The devaluation of the Egyptian pound was cited as the main factor in the rise of price pressures. Purchase cost inflation hit its highest level in four and a half years, leading to a sharp increase in selling charges since February 2017. The US dollar has risen over 100 percent against the pound since March, just after the war in Ukraine started.
Continuous inflationary pressures caused a significant and faster decline in new business inflows, leading companies to make further cuts in activity, purchasing and employment. Egypt's headline annual inflation accelerated to over 21 percent in December, the highest in almost five years, with January readings expected to be released this week.
"The latest PMI survey data showed purchasing costs increasing at the sharpest rate in four-and-a-half years, as the pound's depreciation drove a further rise in import fees," said David Owen, senior economist at S&P Global Market Intelligence.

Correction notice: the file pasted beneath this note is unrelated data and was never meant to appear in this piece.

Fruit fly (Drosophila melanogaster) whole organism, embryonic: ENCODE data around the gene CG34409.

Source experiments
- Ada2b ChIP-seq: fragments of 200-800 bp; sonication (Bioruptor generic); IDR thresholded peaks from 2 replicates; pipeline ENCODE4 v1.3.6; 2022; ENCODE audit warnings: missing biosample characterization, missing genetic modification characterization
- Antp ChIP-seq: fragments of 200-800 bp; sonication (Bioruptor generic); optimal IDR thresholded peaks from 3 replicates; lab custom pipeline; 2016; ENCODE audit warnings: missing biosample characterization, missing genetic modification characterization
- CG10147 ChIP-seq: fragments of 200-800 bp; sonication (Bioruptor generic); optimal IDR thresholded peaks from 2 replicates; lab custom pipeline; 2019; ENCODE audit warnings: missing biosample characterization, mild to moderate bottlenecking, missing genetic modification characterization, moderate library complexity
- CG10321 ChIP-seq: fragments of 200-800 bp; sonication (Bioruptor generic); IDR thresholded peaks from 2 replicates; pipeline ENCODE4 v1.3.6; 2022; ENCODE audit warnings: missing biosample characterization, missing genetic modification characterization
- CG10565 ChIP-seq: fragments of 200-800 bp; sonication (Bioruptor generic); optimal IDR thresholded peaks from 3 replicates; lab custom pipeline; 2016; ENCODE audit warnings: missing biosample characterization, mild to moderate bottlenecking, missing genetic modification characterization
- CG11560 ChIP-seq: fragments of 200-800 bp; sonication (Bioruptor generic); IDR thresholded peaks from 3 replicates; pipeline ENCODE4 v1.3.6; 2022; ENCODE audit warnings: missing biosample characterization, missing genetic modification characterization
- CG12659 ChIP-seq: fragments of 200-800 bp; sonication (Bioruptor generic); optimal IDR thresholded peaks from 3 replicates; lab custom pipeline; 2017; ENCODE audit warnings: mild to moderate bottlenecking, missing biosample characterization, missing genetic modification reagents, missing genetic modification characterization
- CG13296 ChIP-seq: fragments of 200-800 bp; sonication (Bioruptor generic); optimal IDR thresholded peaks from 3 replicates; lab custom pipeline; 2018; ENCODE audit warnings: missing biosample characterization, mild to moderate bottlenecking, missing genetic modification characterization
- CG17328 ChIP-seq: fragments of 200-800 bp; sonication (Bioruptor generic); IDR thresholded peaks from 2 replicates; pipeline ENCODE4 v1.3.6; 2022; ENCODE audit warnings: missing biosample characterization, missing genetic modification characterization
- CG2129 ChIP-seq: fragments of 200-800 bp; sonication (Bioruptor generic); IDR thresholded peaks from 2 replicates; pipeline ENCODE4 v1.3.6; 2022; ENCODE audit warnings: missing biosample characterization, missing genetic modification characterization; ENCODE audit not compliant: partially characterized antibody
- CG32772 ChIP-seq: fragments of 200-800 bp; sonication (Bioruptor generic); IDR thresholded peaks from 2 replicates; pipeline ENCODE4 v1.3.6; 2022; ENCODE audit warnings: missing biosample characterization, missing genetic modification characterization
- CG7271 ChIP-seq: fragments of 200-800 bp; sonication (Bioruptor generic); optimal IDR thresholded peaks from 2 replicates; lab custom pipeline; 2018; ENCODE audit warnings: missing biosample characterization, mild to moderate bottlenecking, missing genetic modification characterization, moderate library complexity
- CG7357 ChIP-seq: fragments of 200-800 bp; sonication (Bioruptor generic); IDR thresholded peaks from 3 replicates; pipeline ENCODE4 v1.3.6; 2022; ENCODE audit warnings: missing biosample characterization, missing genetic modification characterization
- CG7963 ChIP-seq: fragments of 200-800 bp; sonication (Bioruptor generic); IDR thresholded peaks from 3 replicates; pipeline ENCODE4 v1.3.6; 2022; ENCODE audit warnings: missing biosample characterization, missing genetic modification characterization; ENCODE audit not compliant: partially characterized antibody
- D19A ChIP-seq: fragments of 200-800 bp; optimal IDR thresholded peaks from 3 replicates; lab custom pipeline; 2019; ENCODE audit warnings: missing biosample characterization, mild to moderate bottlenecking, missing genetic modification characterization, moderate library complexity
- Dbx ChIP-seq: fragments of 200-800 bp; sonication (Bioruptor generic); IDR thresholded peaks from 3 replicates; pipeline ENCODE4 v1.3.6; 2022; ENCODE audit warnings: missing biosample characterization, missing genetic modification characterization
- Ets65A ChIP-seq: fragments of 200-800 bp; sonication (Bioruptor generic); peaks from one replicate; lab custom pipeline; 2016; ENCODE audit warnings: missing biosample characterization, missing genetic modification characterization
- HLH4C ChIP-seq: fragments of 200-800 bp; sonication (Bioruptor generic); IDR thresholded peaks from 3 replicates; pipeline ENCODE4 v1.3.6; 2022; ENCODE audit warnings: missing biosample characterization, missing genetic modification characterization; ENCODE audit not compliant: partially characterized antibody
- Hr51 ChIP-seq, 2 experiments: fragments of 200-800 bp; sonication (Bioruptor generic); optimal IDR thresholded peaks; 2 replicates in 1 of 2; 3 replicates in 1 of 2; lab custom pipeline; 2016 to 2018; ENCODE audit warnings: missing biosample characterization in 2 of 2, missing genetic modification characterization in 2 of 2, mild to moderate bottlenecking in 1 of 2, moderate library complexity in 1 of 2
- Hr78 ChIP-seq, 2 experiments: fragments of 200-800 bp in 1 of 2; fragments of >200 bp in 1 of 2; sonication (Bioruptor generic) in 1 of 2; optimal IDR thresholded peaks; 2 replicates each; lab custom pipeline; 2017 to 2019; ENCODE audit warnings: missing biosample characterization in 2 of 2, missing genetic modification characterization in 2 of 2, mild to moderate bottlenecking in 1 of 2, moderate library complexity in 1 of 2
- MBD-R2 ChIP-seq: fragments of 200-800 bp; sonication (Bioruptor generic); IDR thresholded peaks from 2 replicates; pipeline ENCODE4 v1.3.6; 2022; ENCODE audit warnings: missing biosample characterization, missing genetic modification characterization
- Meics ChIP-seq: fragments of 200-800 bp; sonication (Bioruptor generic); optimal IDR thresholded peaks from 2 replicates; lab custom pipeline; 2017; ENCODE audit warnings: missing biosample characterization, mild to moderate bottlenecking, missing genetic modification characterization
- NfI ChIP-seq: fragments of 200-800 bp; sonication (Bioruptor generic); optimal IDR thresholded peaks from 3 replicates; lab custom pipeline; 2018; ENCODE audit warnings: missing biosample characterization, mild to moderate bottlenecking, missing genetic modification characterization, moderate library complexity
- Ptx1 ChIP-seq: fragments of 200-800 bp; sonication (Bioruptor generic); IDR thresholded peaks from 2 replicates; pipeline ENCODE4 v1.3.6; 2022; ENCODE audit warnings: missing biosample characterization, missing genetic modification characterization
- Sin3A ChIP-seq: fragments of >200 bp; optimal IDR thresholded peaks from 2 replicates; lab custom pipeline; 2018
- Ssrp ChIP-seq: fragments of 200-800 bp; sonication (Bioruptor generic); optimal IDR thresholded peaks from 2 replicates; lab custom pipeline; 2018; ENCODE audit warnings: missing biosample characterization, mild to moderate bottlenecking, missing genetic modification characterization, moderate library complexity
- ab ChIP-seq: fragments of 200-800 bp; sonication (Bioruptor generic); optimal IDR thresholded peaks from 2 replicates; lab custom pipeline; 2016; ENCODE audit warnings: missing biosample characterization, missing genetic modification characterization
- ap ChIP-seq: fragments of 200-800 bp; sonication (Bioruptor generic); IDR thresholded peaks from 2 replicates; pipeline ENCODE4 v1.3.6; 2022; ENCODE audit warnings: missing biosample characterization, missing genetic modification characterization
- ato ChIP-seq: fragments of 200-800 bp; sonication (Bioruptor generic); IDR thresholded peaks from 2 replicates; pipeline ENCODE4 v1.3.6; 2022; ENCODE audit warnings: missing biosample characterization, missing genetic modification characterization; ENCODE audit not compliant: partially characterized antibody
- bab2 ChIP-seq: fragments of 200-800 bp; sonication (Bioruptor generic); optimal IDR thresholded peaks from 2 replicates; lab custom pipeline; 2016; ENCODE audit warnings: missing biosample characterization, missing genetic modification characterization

"The surge in costs led to the largest rise in selling prices at non-oil firms since February 2017, suggesting that inflation could remain elevated throughout much of the year," he added.
January's data showed significant drops in both new orders and business activity. Companies also made further cuts in purchasing and employment as a result of input buying constraints and an ongoing shortage of US dollars. The shortage of US dollars is expected to remain a major problem in 2023 and add to Egypt's economic challenges.
Business forecasts for the next 12 months fell to their third-lowest on record as firms predict supply and price-related issues will further hamper demand. New order inflows in the private business sector declined at a marked pace, with companies widely reporting that rising prices have limited client budgets. Foreign sales also dropped to the greatest degree in four months, according to the report.
"Non-oil businesses gave a subdued assessment for output, as overall sentiment fell to the third-lowest level since April 2012," the report said. "Several respondents noted that high inflation was likely to hinder demand in the months ahead, although some hoped that market conditions will stabilise."
S&P maintained Egypt's foreign and local currency credit ratings at B level with a "stable outlook" in January for the second time in three months.